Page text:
My Most Popular Posts: Pottery Barn Activity Center

Just when you think life has dulled itself down to a stub,  the new Pottery Barn Catalog arrives! Talk about reigniting your passion for living!

Oh Goodie Goodie Gumdrops! Let us rub our collective hands together and start our Pottery Barn discussion with:

The Pottery Barn Activity Center

Clearly Pottery Barn is trying to get us to be a little more constructive in our spare time. To that end, PB has designed this (get a life) activity center. As you can see from the picture, Pottery Barn feels passionately that thread is the KEY FACTOR when it comes to any activity.

What is PB trying to say?

Perhaps The Potter Barn Activity Center is PB’s polite way of telling us that we need to get off our collective squishy bums and start actively LIVING LIFE before Father Time pokes us with a fork, we’re done.

As Dorothy Parker once said, “There will be plenty of time to do nothing once we’re dead.”

Therefore it is imperative that you buy yourself a Pottery Barn Activity Center right this very minute!  Don’t just say, “Oh I’ll  actively fiddle with thread tomorrow.”  What if you don’t make it to tomorrow.  Huh?  Then what?

As Andy Dufresne once said, “Get Busy Livin’ or Get Busy Dyin” . . .  You’re call Dear Readers!

PB wants to know how you would like being on your deathbed never having experienced the activities in their beautiful Activity Center.  So stop wasting time and start flipping through that old Botany notebook ASAP, reread those old postcards, pronto!  Don’t just sit there!  Time’s a wastin’ — for heaven’s sakes at least PUT A CLAMP ON SOMETHING!

Yeah, The Pottery Barn Activity Center is $129.  So What?

Pottery Barn is asking you nicely not to let the $129 price tag deter you from buying their super-duper-essential Pottery Barn Activity Center.  If Pottery Barn has implored you once, they’ve implored you a thousand times not to nickel and dime yourself out of your one true chance at happiness.

Now, stop arguing and go get your purse or wallet and march yourself down to Pottery Barn . . . Ten Hut!

Oh . . . and since you’re going there anyway . . . PB wants to know if you’ve got 44 extra bucks lying around in, say, your garbage can?

If you answered yes, PB wants you to know they have devised  a much more stylish way for you to throw away your money.

And that is by purchasing this One-of-a-Kind, Giant-Fork, Paper-Towel Holder:

The Cucina Paper Towel Holder

The PB Catalog describes this item simply as a Cucina Paper Towel Holder hoping you won’t know what “Cucina” means and will be too lazy to look it up.

Pottery Barn is hoping you will assume “Cucina” means sustainable, recycled, eco-friendly, soy-based, dolphin-free materials hewn by a mystical enclave of  Mastercrafters headquartered in a barn made of pottery deep in the secret sustainable forests that Pottery Barn and Pottery Barn only has dibs on.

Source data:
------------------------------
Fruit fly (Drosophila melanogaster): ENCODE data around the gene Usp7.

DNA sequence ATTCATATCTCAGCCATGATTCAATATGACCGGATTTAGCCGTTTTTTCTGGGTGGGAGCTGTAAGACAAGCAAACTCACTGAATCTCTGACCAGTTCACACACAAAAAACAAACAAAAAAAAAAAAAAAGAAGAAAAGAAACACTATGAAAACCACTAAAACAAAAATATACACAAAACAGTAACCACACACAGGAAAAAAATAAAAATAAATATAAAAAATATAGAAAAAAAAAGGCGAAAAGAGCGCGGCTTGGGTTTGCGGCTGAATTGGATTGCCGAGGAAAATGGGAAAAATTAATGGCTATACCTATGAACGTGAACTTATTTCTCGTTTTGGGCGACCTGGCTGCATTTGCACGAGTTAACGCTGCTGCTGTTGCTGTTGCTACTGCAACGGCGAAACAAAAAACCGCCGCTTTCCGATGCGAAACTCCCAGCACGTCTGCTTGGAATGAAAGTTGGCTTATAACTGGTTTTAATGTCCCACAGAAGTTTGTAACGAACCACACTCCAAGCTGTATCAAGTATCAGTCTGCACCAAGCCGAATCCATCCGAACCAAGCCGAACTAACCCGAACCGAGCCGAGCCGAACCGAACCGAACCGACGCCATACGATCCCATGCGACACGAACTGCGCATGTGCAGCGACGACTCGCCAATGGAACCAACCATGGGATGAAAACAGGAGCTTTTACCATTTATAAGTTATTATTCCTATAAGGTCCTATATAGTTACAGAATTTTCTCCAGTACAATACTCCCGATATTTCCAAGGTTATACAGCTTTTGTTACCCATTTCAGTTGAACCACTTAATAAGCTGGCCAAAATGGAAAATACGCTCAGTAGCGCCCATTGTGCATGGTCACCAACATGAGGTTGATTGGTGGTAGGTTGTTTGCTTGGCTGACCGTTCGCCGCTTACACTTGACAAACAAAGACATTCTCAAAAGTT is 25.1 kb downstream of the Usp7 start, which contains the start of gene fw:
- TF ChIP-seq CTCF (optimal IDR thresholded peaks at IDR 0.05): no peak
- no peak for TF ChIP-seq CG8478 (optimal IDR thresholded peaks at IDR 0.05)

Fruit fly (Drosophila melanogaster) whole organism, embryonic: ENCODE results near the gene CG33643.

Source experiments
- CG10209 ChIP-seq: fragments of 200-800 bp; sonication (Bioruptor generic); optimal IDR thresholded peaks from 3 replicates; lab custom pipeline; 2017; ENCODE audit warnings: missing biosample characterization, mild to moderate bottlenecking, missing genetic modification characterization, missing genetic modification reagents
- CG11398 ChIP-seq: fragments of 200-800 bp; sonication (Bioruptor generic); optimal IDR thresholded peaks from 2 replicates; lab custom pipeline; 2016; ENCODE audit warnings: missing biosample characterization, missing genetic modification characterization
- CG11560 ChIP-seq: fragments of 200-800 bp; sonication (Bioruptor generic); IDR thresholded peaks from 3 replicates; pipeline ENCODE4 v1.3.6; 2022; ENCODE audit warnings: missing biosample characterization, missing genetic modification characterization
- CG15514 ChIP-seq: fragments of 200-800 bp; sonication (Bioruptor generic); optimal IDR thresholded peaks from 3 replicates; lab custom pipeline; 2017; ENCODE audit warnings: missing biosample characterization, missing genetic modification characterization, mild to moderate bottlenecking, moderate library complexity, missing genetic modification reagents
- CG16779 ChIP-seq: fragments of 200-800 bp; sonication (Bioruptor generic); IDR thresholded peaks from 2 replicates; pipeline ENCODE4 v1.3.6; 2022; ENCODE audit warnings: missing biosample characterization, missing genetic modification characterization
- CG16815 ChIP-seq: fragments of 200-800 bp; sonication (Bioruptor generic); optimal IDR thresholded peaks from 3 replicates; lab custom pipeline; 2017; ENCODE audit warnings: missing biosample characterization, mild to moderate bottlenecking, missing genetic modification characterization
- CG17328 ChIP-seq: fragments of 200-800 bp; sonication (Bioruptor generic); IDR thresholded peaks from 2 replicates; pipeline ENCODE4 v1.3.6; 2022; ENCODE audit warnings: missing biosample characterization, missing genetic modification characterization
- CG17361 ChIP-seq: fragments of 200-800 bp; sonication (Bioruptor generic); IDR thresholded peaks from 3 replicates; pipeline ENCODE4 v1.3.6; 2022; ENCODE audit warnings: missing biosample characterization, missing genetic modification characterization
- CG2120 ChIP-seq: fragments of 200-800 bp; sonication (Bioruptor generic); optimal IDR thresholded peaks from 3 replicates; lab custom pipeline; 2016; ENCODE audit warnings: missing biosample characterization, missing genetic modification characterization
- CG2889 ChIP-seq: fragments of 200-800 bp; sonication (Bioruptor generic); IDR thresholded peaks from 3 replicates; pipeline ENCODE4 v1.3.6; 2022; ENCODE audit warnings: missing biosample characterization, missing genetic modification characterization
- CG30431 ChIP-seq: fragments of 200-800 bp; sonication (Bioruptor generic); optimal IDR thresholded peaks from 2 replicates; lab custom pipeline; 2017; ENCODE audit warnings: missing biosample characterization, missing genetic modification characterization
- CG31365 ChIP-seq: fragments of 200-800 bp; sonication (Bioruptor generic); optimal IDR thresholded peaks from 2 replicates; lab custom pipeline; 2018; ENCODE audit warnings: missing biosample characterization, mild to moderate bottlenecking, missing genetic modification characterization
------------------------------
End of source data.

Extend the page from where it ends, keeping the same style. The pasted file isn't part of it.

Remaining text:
TO RECAP:  if tree falls in the sustainable forest?  Back off!  It belongs to Pottery Barn!

Oh, and a word of caution about the Cucina, Giant-Fork Paper Towel Holder.  If Father Time happens to drop by– be sure to hide this paper towel holder quickly.  He gets weird around forks.

Until next time . . . I love you (especially you, Pottery Barn!)

The History of Lint

Welcome Dear Reader to Linda’s History Lessons.  Today’s lesson is:  The History of Lint.

Lint and the Ancient Egyptians

The very first mention of lint in recorded history was in Egypt.  It was recorded in hieroglyphics by HeySup Tutankhamun when he noticed some lint balling up in the creases of his pleated skirt.  After exhaustive study, scholars (who are now home lying down with cool washcloths on their foreheads) believe that the hieroglyphic for lint was represented by the following symbols:

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Lint and the Ancient Greeks

The second mention of lint is found among the ruins of Greece.  Scholars of ancient Greece have argued themselves sick over the topic of ancient Grecian Lint.  (One scholar was so winded from arguing he had to be hospitalized.) However, many believe the great philosopher, Socrates, was the most lint savvy.

Socrates weighs in on lint

Still, other scholars believe the go-to lint expert when it came to Ancient Greek Lint was the great mathematician Pythagoras:

Pathagoras on Grecian Lint

Lint and the Roman Empire

The Roman Empire was all mixed up about lint.  Scholars who study the Roman Empire ad nasueam in the vomitorium have concluded that while the Romans were genius builders and conquerors, they had it all wrong when it came to lint and especially the removal thereof:

Lint and the Roman Empire

Lint and The Middle Ages

Scholars can also agree on this one. Nobody  in the middle ages had any idea about lint whatsoever.

Lint in the middle ages

Lint and The Age of Exploration

Scholars insist that on his maiden voyage Christopher Columbus brought back  480 cubic tons of lint to Queen Isabella. But before you get too attached to this fact, you should remember that scholars determined this while splitting a large pepperoni pizza and a couple cases of Alhambra Mezquita beer courtesy of San Miguel Lint Manufacturing Corporation.

Christopher Columbus and his Lint Cargo

Lint and the Founding Fathers

Scholars believe that the failure to mention lint in the Declaration of Independence was instrumental in winning the revolutionary war.  But unfortunately, we will have to wait until they sober up to find out why.

 

FF lint

And there you have it, Dear Readers.  Today’s history lesson.  Please check back at some point in the future to learn more about history and stuff.

Until next time . . . I love you